For the past six months or so, I have thought about death multiple times a day. I think about the fact that I will no longer exist and I will never be alive again. When I think about it, I feel cold, nauseous, panicked, and depressed. No event that I know of triggers these thoughts and they have gotten to the point where they keep my up very late at night and I feel terrified to be left alone with my thoughts. Do you have any idea what this might be and how I can fix it?Constantly Thinking About Death
Constantly Thinking About Death
We all think about death from time to time, though psychologically it’s something that most people avoid. Thinking about death is uncomfortable. People don’t want to be reminded of their own mortality because it can generate a great deal of anxiety.
Though many people avoid the subject, some others find that the focus on death gives their life meaning. That is the essence of existentialism, as a philosophy. For the existentialist, the awareness of death is important. It is a reminder that our existence is finite and that we shouldn’t take our lives for granted. For the existentialist, the focus on death has a positive rather than a negative influence in their lives.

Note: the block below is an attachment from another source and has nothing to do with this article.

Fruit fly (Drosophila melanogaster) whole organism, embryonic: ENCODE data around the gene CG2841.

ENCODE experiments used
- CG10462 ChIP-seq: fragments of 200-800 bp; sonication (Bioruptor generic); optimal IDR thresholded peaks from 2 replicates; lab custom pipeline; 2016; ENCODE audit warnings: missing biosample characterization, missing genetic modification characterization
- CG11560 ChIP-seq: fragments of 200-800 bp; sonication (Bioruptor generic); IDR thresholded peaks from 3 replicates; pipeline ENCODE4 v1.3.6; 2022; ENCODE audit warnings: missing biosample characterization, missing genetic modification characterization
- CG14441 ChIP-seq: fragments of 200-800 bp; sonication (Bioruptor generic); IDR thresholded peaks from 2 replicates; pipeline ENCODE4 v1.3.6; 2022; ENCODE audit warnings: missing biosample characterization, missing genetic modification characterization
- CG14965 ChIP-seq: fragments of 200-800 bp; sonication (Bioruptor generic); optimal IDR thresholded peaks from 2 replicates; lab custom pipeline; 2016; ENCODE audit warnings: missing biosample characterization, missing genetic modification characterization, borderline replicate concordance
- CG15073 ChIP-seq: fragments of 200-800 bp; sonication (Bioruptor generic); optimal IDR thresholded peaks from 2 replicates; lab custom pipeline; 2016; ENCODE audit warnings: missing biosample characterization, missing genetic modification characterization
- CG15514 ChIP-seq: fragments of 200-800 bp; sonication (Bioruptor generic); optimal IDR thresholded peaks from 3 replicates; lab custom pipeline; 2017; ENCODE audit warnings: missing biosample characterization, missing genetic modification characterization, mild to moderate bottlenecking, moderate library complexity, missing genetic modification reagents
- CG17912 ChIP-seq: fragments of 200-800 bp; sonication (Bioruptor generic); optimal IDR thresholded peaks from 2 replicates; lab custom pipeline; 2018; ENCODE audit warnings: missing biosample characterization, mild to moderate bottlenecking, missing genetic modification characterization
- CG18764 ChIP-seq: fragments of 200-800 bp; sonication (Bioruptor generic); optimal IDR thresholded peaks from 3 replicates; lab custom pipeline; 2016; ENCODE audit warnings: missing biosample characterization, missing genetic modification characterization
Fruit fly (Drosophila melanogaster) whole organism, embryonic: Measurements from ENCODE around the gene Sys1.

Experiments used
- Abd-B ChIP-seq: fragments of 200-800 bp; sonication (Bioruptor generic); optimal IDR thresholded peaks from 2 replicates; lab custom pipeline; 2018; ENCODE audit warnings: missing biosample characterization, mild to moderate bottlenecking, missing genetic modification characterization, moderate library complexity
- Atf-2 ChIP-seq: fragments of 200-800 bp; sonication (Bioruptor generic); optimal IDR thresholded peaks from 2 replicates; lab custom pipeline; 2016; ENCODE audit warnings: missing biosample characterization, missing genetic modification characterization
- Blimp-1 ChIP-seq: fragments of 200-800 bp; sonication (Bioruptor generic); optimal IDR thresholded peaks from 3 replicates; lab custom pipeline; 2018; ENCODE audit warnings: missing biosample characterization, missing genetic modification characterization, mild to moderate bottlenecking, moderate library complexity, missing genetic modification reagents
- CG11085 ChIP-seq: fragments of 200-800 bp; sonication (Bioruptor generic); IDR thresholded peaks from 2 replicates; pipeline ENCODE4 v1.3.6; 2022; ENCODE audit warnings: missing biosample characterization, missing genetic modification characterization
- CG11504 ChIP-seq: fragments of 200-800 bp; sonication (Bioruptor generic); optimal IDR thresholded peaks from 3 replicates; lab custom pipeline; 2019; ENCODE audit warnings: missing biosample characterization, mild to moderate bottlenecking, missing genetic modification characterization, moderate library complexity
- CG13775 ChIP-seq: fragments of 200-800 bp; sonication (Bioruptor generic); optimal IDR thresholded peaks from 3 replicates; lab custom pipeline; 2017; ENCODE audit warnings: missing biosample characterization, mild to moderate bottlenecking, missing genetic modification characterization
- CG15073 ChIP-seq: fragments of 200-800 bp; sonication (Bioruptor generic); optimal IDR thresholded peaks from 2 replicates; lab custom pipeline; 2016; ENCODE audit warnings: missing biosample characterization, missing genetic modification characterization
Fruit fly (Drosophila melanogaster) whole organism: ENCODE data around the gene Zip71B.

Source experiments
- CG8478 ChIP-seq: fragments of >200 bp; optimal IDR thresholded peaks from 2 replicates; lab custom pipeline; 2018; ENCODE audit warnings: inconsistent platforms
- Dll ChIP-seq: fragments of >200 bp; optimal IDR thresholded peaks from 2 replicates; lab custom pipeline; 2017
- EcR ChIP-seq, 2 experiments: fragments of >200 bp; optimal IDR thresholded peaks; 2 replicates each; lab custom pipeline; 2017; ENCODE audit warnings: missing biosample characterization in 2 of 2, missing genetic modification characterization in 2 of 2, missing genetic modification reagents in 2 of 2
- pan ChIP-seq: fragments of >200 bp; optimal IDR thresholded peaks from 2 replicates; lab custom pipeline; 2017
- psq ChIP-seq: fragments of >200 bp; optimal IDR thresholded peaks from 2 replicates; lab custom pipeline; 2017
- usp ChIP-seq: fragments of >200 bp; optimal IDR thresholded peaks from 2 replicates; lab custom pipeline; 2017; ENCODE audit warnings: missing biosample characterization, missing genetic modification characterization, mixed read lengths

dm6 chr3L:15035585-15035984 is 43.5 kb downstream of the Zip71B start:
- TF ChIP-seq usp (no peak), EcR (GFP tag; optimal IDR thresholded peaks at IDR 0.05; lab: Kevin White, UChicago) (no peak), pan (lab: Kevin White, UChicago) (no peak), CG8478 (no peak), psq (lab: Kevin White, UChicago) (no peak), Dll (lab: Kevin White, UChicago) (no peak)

Your focus on death seems to be having a negative influence in your life. It’s potentially driven by anxiety which may signify an anxiety disorder. It’s not uncommon for people with anxiety disorders to be highly focused on death.
I would recommend that you consult a mental health professional about your symptoms. He or she can determine if an anxiety disorder is present and if so, recommend a specific treatment. With anxiety disorders, it’s typically recommended that you receive help sooner rather than later. Untreated anxiety disorders tend to worsen. They don’t typically get better on their own.
Anxiety disorders are highly treatable conditions. Psychotherapy and medication are the two most common interventions. With the proper treatment, you can overcome your anxiety and it will no longer interfere with your life. Please take care.
Dr. Kristina Randle
Updated: October 2018